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Arch Aesthetic Plast Surg > Volume 25(2); 2019 > Article
Kim, Jung, Shin, and Lee: New lower blepharoplasty technique for elderly patients using bony fixation of the sub-orbicularis oculi fat pad

Abstract

Conventional sub-orbicularis oculi fat (SOOF) lifting during lower blepharoplasty is performed by anchoring the SOOF to the periosteum of the infraorbital rim. This procedure helps to improve the concavity at the central portion of the lower eyelid and the lid-cheek junction. However, over time, the periosteum becomes progressively weaker, diminishing the anchoring effect. This paper introduces a new lower blepharoplasty technique in which the SOOF is fixed to a bony hole to strengthen the holding force and provide sustainability.

INTRODUCTION

Lower blepharoplasty is performed to correct lower eyelid skin loosening and tear trough deformities. Traditional lower blepharoplasty focuses only on removing the excessive skin and on correcting tear trough deformities. However, this traditional method has some limitations. The method cannot correct concavity at the central portion of the lower eyelid and the lid-cheek junction [1]. In particular, elderly patients complain about these limitations. To overcome these problems, attempts have been made to lift the sub-orbicularis oculi fat (SOOF) during lower blepharoplasty [2,3]. The advantage of SOOF lifting is that it has a filling effect at the lid-cheek junction and lower eyelid. In addition, SOOF lifting prevents lengthening of the orbital height caused by age-related sagging of the malar fat pads [2].
To perform SOOF lifting, the SOOF is first dissected and then elevated. The SOOF is then anchored to the periosteum of the infraorbital rim [4]. Using the conventional technique, fixation of the SOOF to the periosteum can be performed easily and quickly. However, over time, the periosteum becomes progressively weaker, diminishing the effect of fixation. In particular, because the periosteum is weaker in the elderly, the bearing capacity of the periosteum is expected to decrease significantly. This paper introduces a new lower blepharoplasty technique in which the SOOF is fixed to a bony hole to strengthen the holding force and provide sustainability.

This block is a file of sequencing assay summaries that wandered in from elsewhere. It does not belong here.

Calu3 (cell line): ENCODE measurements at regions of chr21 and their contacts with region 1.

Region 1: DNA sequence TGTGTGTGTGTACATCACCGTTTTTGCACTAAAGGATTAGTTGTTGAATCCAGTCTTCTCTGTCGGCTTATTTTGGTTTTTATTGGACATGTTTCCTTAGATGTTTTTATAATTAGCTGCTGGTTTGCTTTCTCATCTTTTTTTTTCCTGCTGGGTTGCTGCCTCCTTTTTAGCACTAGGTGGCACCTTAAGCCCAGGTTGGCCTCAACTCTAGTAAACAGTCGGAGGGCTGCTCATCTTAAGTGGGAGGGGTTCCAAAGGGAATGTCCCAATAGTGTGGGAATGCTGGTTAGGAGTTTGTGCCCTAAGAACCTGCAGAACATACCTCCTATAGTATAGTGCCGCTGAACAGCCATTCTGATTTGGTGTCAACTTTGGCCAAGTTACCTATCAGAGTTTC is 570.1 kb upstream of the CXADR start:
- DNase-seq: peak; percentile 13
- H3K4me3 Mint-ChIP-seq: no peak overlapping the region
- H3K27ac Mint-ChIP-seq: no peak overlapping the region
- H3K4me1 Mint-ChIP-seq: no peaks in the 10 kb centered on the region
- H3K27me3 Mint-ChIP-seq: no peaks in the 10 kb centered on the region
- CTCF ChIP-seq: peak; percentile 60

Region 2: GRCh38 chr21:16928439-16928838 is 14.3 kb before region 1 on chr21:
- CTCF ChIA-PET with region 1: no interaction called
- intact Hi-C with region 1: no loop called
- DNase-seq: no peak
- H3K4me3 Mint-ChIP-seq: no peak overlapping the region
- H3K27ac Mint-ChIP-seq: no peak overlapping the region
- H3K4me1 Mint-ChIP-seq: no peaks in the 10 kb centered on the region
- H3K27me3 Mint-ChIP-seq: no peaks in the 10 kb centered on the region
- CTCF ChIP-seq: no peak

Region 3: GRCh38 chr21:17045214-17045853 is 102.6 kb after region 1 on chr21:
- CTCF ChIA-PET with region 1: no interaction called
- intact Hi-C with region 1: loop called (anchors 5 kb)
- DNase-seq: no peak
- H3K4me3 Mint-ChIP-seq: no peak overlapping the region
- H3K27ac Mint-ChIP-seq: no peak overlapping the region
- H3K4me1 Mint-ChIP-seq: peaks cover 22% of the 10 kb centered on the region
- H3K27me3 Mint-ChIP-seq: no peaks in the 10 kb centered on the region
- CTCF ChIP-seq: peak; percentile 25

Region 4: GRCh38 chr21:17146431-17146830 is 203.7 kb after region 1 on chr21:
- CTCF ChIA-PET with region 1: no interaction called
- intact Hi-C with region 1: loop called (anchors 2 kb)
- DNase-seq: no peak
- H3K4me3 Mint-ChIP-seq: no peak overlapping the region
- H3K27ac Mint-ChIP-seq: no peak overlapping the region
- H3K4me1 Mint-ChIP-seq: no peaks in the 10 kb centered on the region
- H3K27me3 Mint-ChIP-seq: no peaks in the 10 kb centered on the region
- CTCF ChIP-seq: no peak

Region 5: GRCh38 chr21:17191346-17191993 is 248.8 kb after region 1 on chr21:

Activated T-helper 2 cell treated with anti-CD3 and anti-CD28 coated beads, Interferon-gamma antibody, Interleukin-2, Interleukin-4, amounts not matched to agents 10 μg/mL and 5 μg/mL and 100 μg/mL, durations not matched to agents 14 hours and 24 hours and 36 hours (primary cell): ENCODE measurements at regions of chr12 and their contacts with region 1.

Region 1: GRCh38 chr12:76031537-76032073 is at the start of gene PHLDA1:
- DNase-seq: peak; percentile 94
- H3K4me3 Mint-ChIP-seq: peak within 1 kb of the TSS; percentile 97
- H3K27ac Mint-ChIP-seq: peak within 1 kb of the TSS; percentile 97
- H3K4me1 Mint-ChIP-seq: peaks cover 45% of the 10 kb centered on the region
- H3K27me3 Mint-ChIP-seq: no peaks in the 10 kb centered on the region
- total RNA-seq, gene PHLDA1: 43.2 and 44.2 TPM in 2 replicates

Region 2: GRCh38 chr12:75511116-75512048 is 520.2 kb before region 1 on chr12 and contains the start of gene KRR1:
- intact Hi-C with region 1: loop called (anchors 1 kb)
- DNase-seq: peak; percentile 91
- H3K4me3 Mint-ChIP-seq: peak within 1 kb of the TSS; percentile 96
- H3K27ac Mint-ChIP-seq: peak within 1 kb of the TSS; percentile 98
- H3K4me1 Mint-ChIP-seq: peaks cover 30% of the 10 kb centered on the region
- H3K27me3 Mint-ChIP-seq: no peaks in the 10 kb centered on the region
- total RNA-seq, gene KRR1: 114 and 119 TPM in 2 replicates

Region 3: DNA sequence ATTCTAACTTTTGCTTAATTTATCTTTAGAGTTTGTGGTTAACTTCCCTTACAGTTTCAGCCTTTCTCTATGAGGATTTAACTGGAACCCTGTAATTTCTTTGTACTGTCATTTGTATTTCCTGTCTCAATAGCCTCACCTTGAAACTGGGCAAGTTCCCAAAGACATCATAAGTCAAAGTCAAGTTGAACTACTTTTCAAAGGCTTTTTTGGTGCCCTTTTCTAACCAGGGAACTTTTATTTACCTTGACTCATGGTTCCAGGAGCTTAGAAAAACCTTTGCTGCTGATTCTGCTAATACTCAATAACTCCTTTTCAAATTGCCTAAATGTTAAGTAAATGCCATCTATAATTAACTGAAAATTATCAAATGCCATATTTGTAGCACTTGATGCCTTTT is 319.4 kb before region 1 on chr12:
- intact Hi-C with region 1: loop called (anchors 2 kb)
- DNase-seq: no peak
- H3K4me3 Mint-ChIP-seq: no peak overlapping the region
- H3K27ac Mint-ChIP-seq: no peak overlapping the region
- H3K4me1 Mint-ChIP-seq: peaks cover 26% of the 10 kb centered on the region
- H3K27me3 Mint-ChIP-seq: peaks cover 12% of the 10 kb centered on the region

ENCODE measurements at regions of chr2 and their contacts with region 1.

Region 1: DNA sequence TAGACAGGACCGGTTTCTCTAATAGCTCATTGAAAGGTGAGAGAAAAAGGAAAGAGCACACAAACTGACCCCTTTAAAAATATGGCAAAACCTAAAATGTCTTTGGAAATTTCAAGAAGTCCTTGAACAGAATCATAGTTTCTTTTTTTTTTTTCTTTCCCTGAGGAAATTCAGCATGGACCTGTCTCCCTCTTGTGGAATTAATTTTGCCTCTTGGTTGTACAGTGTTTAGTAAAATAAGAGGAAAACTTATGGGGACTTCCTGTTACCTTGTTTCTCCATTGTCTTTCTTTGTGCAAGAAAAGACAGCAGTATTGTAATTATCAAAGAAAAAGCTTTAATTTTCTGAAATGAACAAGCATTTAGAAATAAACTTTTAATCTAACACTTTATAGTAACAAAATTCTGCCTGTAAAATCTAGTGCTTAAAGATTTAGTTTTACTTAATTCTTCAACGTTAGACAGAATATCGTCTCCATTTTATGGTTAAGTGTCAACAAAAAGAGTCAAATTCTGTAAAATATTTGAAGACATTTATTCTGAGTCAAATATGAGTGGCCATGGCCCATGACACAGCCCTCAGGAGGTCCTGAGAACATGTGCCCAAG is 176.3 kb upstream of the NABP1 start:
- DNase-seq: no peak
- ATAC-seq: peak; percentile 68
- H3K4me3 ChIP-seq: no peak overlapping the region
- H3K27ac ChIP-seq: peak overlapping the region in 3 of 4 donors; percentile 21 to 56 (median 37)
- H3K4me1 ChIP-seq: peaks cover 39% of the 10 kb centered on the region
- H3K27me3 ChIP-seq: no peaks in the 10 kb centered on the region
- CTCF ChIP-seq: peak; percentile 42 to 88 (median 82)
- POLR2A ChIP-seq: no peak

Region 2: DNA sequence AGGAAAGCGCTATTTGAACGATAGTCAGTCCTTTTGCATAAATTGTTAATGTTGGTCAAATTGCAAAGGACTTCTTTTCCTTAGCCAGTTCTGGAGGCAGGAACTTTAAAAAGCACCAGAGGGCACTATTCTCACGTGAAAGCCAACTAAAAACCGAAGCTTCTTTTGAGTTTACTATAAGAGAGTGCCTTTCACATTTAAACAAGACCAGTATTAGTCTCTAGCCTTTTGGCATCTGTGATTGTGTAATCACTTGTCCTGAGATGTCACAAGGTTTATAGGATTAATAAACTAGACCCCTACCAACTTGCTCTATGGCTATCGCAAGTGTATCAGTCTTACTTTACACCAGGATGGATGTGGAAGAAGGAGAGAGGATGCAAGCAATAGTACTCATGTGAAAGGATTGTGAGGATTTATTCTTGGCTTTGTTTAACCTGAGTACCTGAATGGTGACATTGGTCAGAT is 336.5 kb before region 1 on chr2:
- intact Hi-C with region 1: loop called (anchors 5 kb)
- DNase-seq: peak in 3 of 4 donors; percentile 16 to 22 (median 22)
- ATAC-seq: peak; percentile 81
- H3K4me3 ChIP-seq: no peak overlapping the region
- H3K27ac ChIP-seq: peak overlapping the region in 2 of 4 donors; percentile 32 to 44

IDEA

A routine subciliary incision is made 2 mm below the ciliary line with a lateral extension. The skin flap is then elevated, while preserving the pretarsal orbicularis oculi muscle as much as possible. The septal portion of the orbicularis oculi muscle is then divided using iris scissors. The dissection is then performed up to the arcus marginalis through the preseptal plane. The arcus marginalis is then released by electrocautery, and a subperiosteal dissection is performed below the inferior orbital rim for approximately 1 cm along the medial half of the orbital rim. This subperiosteal dissection is performed on top of the periosteum past the inferior margin of the tear trough deformity. The SOOF is then identified inside the elevated flap.
Next, a bony hole is made at the lateral third of the infraorbital rim to fix the SOOF, using a 1.14-mm Kirschner wire drill to drill an oblique hole through the orbital margin (Fig. 1). A 4-0 nylon suture is then passed through the drill hole with the upper part of the SOOF hanging, and cephalad tension is placed on the suture to elevate the SOOF (Fig. 2). The suture is then tied approximately five times with the appropriate tension.
Generally, two SOOF anchoring sutures are fixed in the bony hole. Depending on the elevation vector required, the SOOF anchoring point is different each time. Nonetheless, anchoring two sutures to the bony hole is essential to obtain sufficient elevation force. Occasionally, the two sutures alone may not achieve the desired elevation, or SOOF lifting may be biased in one direction. In such cases, the two SOOF anchoring sutures are first fixed to the bony hole. One or two SOOF anchoring sutures are then added to the medial side of the infraorbital rim periosteum in accordance with the desired vector to compensate by elevating in the appropriate direction.
From this point, the procedure is similar to that of conventional lower blepharoplasty. In patients with severe orbital fat herniation, fat repositioning is performed to spread the herniated fat downward and sideward, and the orbicularis oculi muscle is then suspended to the lateral orbital rim. Finally, the remaining orbicularis oculi muscle and skin is sutured layer-by-layer, and the operation is completed.

DISCUSSION

A youthful lower lid is vertically short with concavity over the orbital septum that smoothly transitions to the convexity of the cheek above the infraorbital rim [5]. With aging, the elasticity of the lower eyelid skin decreases and the lower eyelid fat sags. In addition, the orbital retaining ligament depresses the lid-cheek junction, and the orbital fat sags and protrudes to form a tear trough deformity [6]. These aging-related changes in the lower eyelid are the main reason why elderly individuals request lower blepharoplasty. Thus, techniques such as excessive skin excision or fat repositioning are considered for these purposes. In addition, if SOOF lifting is simultaneously performed, the outcomes of surgery can be improved significantly [2,3].